As a result, sub-cultural groupings in organisations have powerful influence on employee commitment [29]. Thus the activities of sub-cultural groupings predict another dimension to employee commitment in organisations. This view is consistent with Martin [29] in his analysis of the perspectives of organisational culture. This also corroborates the assertion of Denison’s [11] that group domain as a significant influence on the effectiveness of organisations and commitment of employees. Although, group cohesion, employee involvement and teamwork attest to organisational performance, it has been suggested [e.g. 39. 29] that balanced culture will achieve higher commitment of employees than unbalanced cultures; It should therefore be noted that a number of factors determine organisational effectiveness and employee commitment and thus makes it arduous to establish a relationship between organisational culture and overall organisational effectiveness and commitment However, March and Sutton [28] noted that generally, correlates of any type of organisational commitment are difficult to deduce. Therefore a Mis-match between the culture of an organisation and the embedded cultural assumptions might be costly to the maximum commitment and performance of employees [e.g. Cameron and Nerina [6] subjective fit with organisational culture].
Job stress has assumed a global concern that has implications for economies, organisations and employees [8]. This is as a result of devastating effects on employees physiological and psychological health, job related attitudes and performance and substantial financial implications on organizations [26] These implications range from low commitment of employees to their jobs, lost productivity, stress related suits and health care expenses which from individual perspectives manifested in an undesirable physiological and psychological conditions such as morbidity, mortality, depression and anxiety [10]. Consequently, researchers have advocated for effective management of job stress to human resource practitioners to promote employee physical and psychological health, job related attitudes such as commitment and performance [16, 15].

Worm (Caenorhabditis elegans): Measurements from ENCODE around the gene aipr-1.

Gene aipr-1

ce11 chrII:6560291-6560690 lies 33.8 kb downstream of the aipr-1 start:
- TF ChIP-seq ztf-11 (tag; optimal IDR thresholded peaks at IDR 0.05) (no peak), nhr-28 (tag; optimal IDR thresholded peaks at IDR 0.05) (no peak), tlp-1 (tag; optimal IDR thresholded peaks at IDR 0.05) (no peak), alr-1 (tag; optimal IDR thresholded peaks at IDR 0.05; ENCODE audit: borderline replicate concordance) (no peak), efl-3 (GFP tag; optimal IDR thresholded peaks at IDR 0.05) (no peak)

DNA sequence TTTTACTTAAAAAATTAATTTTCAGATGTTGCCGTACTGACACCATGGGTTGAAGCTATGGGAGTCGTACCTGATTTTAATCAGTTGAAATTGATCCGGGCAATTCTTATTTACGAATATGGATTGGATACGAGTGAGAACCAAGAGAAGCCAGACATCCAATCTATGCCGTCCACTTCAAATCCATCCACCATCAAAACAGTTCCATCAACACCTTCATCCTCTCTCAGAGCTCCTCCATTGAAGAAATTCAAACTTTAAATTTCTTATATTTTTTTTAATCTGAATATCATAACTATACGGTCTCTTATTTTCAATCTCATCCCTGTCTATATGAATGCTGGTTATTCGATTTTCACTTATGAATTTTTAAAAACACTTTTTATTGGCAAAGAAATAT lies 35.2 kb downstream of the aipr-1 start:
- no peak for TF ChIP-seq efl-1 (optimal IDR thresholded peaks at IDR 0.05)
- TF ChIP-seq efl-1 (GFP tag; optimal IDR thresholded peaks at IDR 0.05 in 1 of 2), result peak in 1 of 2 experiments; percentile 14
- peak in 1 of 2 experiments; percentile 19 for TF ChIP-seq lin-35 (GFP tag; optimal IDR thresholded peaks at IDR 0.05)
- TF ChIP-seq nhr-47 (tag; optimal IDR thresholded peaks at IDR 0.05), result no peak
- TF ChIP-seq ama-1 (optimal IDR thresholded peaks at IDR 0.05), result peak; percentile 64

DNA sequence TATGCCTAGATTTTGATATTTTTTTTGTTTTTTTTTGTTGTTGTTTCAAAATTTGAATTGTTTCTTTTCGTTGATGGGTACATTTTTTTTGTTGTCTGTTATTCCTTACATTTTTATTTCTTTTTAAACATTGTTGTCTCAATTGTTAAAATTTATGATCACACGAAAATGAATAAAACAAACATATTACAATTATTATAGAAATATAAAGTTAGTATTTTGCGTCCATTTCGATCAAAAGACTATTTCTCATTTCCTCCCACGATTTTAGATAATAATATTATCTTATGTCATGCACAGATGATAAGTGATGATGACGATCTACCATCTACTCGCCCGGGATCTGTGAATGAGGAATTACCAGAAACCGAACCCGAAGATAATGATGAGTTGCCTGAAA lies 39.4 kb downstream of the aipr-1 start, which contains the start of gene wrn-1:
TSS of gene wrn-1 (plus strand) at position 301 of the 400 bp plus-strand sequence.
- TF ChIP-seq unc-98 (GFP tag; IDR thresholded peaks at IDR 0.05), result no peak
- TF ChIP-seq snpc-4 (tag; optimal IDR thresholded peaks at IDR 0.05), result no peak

Although, this call is justifiable however, in responding to this call, management practitioners rather than tackling the root cause of the problem which derive from the prevailing cultures of the organisations, the focus has always been on the assessment of individual capabilities and their resources to cope with these consequences [17] thus neglecting organisational wide solutions to ameliorate the challenges of stress in the work place. Therefore, if the culture of organisations define the way employees think, interact and do things, it follows thence that the culture of an organisation might be the antecedents of job stress that negatively impact the health of the employees, their productivity levels and commitments to the organisation. Hence the management practitioners are constrained to look beyond the individual and job characteristics to organisation-wide solutions to job stress in the work place [21]. However, exceptions might be for a situation of psychological hardiness of workers whereby they are only committed and productive when situations are harsh and unsupportive [42]. Consequently, the concepts of organisational culture, job stress and employees commitment are interwoven and dynamic variables that requires the utmost attention of human resources practitioners. For example, the cultural perspective of integration , differentiation and fragmentation as depicted by Martins[29] as consisting the various cultural elements that exist in organisations need holistic analysis in order to design a probable work environment that evoke the commitment of employees to their jobs reduce the level of their stress experience and enhance job satisfaction and performance [29].